Or, if you want to do it the hard way, get a good bench vise and a drill bit as a punch to press those spring pins out.

-Monte

[ 09-01-2008, 11:59 PM: Message edited by: Monte L Fullmer ]

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Don Furr
Master Film Handler

Posts: 499
From: Sun City, Ca USA
Registered: Nov 2002


 - posted 09-01-2008 08:48 PM      Profile for Don Furr   Email Don Furr   Send New Private Message       Edit/Delete Post 
Joe I've got the same bench here at the house and got tired of breaking the pins so I now use the adjustable drive pin spindle. It fits cores, and all house reels and won't break. Throw that crap in the trash.

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Louis Bornwasser
Film God

Posts: 4435
From: prospect ky usa
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 - posted 09-01-2008 09:11 PM      Profile for Louis Bornwasser   Author's Homepage   Email Louis Bornwasser   Send New Private Message       Edit/Delete Post 
Push out the one that goes all the way through. Using a vice, twist off the shaft, which will shear off the short pin.

Then push the short pin inward, shear it off with a punch, repeat until it is gone. Reassemble. Louis

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David Stambaugh
Film God

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From: Eugene, Oregon
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 - posted 09-01-2008 09:14 PM      Profile for David Stambaugh   Author's Homepage   Email David Stambaugh   Send New Private Message       Edit/Delete Post 
What Robert said. My experience with roll pins is on foosball tables where they're used to fasten the plastic "players" to the steel rods. The pins eventually shear off. Best way I found to get them out is pin punch (of the proper size) and a hard mallet or a hammer.

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Joe Redifer
You need a beating today

Posts: 12859
From: Denver, Colorado
Registered: May 99


 - posted 09-01-2008 09:31 PM      Profile for Joe Redifer   Author's Homepage   Email Joe Redifer   Send New Private Message       Edit/Delete Post 
I need to have the key for my expandable trailer flange. The key on the new one does not look like it can be removed, and the old one has a worn space that does not look like it can be replaced. If you put something in there, it would just fall out via gravity. Yes, the new shaft has a hole in it for the pin to go through.

I don't understand why something like this even exists. The Kelmar table doesn't have spindles where keys break all the time. Who thought designing it this way would be a good idea?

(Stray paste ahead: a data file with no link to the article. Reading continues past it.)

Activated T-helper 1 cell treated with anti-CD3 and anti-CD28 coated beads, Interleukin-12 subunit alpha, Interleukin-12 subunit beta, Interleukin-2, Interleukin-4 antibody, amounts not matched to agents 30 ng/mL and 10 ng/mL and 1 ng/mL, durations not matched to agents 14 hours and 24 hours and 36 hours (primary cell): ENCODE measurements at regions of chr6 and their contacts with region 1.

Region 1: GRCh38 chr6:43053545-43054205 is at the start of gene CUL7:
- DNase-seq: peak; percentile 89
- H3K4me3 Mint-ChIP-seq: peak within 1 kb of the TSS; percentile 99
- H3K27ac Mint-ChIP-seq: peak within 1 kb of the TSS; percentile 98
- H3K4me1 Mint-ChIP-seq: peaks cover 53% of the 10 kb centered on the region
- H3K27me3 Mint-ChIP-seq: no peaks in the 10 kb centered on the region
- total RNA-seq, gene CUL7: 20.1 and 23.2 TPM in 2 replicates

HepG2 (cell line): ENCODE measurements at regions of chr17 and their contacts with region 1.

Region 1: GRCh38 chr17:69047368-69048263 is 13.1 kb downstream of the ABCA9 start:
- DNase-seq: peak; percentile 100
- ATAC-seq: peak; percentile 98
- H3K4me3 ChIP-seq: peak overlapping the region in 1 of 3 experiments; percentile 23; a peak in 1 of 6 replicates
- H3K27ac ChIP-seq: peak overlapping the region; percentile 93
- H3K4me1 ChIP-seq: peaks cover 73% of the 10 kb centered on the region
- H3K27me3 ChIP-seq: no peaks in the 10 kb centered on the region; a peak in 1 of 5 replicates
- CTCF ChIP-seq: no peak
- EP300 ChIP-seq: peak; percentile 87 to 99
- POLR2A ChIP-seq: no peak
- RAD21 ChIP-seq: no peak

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John Walsh
Film God

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From: Connecticut, USA, Earth, Milky Way
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 - posted 09-01-2008 09:32 PM      Profile for John Walsh   Email John Walsh   Send New Private Message       Edit/Delete Post 
Wow, a spindle from the 1400's! Must be pretty good to last longer then some glaciers! Those keys do break, but it is often because of, er, uhm, rough use; using 6000ft reels with the 5/16 spindle, turning on the rewind table with the speed control on full, etc. Replace the spindle like everyone said. The pin is a 5/32 spring pin. The key is pressed in; don't just try to put a new key in 'cause it will only fall out. Replace the entire A-1597 shaft.

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Jon P. Inghram
Expert Film Handler

Posts: 124
From: Wichita, KS USA
Registered: Jan 2007


 - posted 09-01-2008 10:08 PM      Profile for Jon P. Inghram   Email Jon P. Inghram   Send New Private Message       Edit/Delete Post 
Blu tack stuffed into the slot keeps the key from falling out.

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Phil Ranucci
Expert Film Handler

Posts: 229
From: Carpinteria,CA, United States
Registered: May 2006


 - posted 09-01-2008 10:35 PM      Profile for Phil Ranucci   Email Phil Ranucci   Send New Private Message       Edit/Delete Post 
If you have the R-9 key just knock out the old one and press the new one in in a vise. I've done it and it will stay if you press it hard enough. Otherwise you'll have to drive out the roll pin and replace the whole shaft.

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Monte L Fullmer
Film God

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From: Nampa, Idaho, USA
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 - posted 09-02-2008 12:05 AM      Profile for Monte L Fullmer   Email Monte L Fullmer   Send New Private Message       Edit/Delete Post 
quote: Phil Ranucci
I've done it and it will stay if you press it hard enough..

I used to do the same thing with a vise. But, did an additional trick was to drill the opposite end of the shaft with a large bit to create a countersink to when I pressed in that key, the tab would be exposed enough to where I would flare that end of the tab in that countersink that I created.

That key didn't go anywhere...and I had a good dozen of those R-9 keys on hand.